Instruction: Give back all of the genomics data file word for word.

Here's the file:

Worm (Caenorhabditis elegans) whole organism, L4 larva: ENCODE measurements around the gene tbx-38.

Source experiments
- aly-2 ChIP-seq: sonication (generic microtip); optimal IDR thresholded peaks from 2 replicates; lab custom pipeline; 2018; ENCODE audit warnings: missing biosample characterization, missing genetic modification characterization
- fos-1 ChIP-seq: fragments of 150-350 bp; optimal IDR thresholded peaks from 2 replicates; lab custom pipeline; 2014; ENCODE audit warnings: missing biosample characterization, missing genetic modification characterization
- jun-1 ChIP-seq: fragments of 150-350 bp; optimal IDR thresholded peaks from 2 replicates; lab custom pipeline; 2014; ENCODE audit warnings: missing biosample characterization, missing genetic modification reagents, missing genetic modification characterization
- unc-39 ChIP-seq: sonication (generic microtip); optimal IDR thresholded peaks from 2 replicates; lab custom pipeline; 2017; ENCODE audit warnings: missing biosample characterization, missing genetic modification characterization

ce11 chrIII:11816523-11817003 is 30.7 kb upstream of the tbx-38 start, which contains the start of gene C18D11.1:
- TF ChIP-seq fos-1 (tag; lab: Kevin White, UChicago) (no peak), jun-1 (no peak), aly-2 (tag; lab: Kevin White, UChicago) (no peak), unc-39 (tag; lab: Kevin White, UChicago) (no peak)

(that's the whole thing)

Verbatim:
Worm (Caenorhabditis elegans) whole organism, L4 larva: ENCODE measurements around the gene tbx-38.

Source experiments
- aly-2 ChIP-seq: sonication (generic microtip); optimal IDR thresholded peaks from 2 replicates; lab custom pipeline; 2018; ENCODE audit warnings: missing biosample characterization, missing genetic modification characterization
- fos-1 ChIP-seq: fragments of 150-350 bp; optimal IDR thresholded peaks from 2 replicates; lab custom pipeline; 2014; ENCODE audit warnings: missing biosample characterization, missing genetic modification characterization
- jun-1 ChIP-seq: fragments of 150-350 bp; optimal IDR thresholded peaks from 2 replicates; lab custom pipeline; 2014; ENCODE audit warnings: missing biosample characterization, missing genetic modification reagents, missing genetic modification characterization
- unc-39 ChIP-seq: sonication (generic microtip); optimal IDR thresholded peaks from 2 replicates; lab custom pipeline; 2017; ENCODE audit warnings: missing biosample characterization, missing genetic modification characterization

ce11 chrIII:11816523-11817003 is 30.7 kb upstream of the tbx-38 start, which contains the start of gene C18D11.1:
- TF ChIP-seq fos-1 (tag; lab: Kevin White, UChicago) (no peak), jun-1 (no peak), aly-2 (tag; lab: Kevin White, UChicago) (no peak), unc-39 (tag; lab: Kevin White, UChicago) (no peak)